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Dublin: 12°C Wednesday 30 September 2020

Bill O'Herlihy's wish granted as Irish Film Board changes its name

The change was given the seal of approval the week before he died.

Bill O'Herlihy
Bill O'Herlihy
Image: Mark Stedman/Photocall Ireland

IN A MOVE that could in one way be seen as a long time coming, the Irish Film Board has changed its name.

In order to nod towards the digital revolution, but also the fact it was set up to promote Irish film, TV and animation, its name will be legally changed to Screen Ireland this year.

It has emerged that the change was also a wish of its late director, broadcaster Bill O’Herlihy, who had discussed it with the Minister for Arts, Heritage and the Gaeltacht, Heather Humphreys TD, shortly before his death.

Minister Humphreys said today she intends to put legislation in place to change the name of the Irish Film Board to Screen Ireland.

She described the Irish Film Board as “our premier agency for promoting and supporting the audio visual sector”.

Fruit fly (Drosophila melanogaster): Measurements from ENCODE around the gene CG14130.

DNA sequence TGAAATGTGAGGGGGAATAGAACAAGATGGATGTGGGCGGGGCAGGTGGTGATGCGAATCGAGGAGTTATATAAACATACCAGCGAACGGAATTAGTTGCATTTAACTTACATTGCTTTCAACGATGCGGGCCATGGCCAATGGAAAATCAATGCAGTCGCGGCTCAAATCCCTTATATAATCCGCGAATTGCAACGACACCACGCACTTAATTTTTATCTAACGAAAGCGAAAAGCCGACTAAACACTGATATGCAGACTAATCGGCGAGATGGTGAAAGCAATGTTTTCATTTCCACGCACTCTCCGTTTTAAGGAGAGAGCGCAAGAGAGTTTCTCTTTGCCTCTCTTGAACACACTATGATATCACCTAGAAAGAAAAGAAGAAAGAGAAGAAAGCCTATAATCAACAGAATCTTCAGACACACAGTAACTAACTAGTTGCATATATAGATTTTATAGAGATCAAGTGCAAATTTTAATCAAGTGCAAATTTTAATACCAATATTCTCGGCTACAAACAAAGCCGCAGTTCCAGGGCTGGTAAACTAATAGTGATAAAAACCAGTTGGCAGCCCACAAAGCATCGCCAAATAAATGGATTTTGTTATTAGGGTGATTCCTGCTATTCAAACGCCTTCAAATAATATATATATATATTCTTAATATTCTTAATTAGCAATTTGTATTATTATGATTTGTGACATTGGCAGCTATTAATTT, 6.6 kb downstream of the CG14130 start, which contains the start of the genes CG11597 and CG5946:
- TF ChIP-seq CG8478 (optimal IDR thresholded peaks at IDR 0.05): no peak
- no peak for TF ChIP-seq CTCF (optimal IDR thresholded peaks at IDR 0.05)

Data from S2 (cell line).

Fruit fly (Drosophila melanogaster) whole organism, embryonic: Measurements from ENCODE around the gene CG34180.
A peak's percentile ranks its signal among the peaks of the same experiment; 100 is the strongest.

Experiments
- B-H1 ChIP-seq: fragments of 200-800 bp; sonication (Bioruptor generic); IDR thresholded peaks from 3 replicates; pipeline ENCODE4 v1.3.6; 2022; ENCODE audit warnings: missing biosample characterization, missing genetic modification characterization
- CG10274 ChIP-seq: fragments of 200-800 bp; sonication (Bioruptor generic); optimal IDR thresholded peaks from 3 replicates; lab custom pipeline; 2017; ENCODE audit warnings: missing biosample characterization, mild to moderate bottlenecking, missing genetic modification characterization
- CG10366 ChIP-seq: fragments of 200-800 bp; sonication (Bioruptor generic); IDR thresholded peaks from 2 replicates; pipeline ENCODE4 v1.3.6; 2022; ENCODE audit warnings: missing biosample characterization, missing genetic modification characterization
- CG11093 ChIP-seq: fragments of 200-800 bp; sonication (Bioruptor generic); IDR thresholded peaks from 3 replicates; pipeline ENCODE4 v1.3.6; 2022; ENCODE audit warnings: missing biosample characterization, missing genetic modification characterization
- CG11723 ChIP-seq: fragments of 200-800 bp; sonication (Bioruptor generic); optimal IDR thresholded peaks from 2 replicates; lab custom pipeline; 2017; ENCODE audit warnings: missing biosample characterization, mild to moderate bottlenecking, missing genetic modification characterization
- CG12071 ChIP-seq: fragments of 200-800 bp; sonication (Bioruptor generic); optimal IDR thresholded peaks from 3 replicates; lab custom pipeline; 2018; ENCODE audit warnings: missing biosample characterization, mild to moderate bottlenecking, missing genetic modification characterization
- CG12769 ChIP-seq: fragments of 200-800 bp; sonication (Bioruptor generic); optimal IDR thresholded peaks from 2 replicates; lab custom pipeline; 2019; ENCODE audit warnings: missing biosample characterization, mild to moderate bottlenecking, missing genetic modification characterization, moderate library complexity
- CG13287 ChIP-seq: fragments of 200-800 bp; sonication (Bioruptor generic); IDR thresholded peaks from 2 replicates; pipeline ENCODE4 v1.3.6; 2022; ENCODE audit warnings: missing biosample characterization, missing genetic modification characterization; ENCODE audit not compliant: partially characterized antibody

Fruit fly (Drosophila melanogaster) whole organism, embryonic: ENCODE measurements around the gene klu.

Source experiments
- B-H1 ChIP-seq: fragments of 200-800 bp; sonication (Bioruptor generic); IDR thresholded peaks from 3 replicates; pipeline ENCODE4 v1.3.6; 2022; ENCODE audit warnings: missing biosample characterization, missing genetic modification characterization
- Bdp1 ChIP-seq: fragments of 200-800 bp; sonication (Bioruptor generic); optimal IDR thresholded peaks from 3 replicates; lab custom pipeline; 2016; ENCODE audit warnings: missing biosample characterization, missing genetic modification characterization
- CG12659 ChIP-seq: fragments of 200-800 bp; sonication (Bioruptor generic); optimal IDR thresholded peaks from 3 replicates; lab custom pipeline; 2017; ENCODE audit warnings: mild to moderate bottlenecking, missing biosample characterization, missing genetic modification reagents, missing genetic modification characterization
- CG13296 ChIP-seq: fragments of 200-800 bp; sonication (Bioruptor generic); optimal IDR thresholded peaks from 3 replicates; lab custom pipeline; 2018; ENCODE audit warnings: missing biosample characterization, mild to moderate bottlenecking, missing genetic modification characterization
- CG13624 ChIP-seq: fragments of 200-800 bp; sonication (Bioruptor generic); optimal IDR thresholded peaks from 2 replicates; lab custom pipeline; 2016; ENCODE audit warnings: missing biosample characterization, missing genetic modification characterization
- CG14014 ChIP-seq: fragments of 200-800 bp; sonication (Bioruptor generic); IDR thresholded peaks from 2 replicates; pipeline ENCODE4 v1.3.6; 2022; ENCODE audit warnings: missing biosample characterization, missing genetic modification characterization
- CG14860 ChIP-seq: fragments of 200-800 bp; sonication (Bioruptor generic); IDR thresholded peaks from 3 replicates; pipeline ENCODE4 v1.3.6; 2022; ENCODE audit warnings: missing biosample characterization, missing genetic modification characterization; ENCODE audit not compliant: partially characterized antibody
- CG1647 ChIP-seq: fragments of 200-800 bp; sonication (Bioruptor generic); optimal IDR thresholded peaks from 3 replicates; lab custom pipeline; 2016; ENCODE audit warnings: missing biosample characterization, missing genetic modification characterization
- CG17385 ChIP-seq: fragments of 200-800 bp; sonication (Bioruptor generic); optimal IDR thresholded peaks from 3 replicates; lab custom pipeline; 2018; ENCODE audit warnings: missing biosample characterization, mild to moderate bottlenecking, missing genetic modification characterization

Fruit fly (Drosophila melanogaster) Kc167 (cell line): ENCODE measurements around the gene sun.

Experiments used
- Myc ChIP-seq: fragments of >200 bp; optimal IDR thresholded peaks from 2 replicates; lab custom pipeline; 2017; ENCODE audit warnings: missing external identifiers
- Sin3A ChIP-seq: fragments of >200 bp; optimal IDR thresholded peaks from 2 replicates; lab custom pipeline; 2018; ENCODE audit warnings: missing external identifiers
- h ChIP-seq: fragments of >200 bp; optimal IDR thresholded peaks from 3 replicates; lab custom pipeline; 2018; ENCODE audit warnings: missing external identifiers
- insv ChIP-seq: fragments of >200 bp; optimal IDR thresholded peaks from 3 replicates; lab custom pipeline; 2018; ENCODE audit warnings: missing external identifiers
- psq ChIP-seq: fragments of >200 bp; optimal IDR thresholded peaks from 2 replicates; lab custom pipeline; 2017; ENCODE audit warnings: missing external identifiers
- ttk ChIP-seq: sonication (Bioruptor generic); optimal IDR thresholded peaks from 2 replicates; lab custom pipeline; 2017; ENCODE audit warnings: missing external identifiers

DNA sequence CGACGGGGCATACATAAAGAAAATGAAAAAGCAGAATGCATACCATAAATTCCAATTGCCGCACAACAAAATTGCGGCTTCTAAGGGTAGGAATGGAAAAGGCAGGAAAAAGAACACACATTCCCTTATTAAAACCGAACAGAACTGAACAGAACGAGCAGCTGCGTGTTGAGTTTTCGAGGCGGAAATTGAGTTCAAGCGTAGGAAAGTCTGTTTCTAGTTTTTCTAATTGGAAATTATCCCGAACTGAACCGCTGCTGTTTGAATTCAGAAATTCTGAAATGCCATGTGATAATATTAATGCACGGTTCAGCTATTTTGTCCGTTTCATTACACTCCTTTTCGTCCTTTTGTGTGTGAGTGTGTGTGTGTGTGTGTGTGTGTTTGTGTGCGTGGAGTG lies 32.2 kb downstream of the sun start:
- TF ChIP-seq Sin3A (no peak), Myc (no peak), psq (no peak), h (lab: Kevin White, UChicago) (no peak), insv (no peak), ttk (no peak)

Its work extends far beyond the traditional realm of ‘film’ and encompasses the domestic and international TV sector, as well as our growing animation sector.
The Irish audio visual sector has been going from strength to strength in recent years, and I believe there is huge capacity for growth. I want the agency tasked with expanding the sector further to have a name that easily communicates its responsibilities.

She said that the change is “fully supported by the Irish Film Board”.

I discussed the proposed name change just the week before [Bill O'Herlihy] died. Bill firmly believed that the name change would help the agency to better position itself and compete internationally, and I am very pleased to be in a position to honour his wish.

Humphreys said the name change will provide “an opportunity to capitalise on this potential, and to create a clear pathway for growth for our film, TV and animation industries”.

O’Herlihy, the longtime broadcaster, died at the age of 76 in May.

The name of the Irish Film Board will be changed by an amendment to the National Cultural Institutions (National Concert Hall) Bill 2015, which is currently before the Dáil.

Humphrey’s department said that any costs due to the name change and associated rebranding “will be met from the existing resources of the Irish Film Board”.

Read: ‘The industry is coming to Ireland in a big way’: Bright future for Irish film with these talented graduates>

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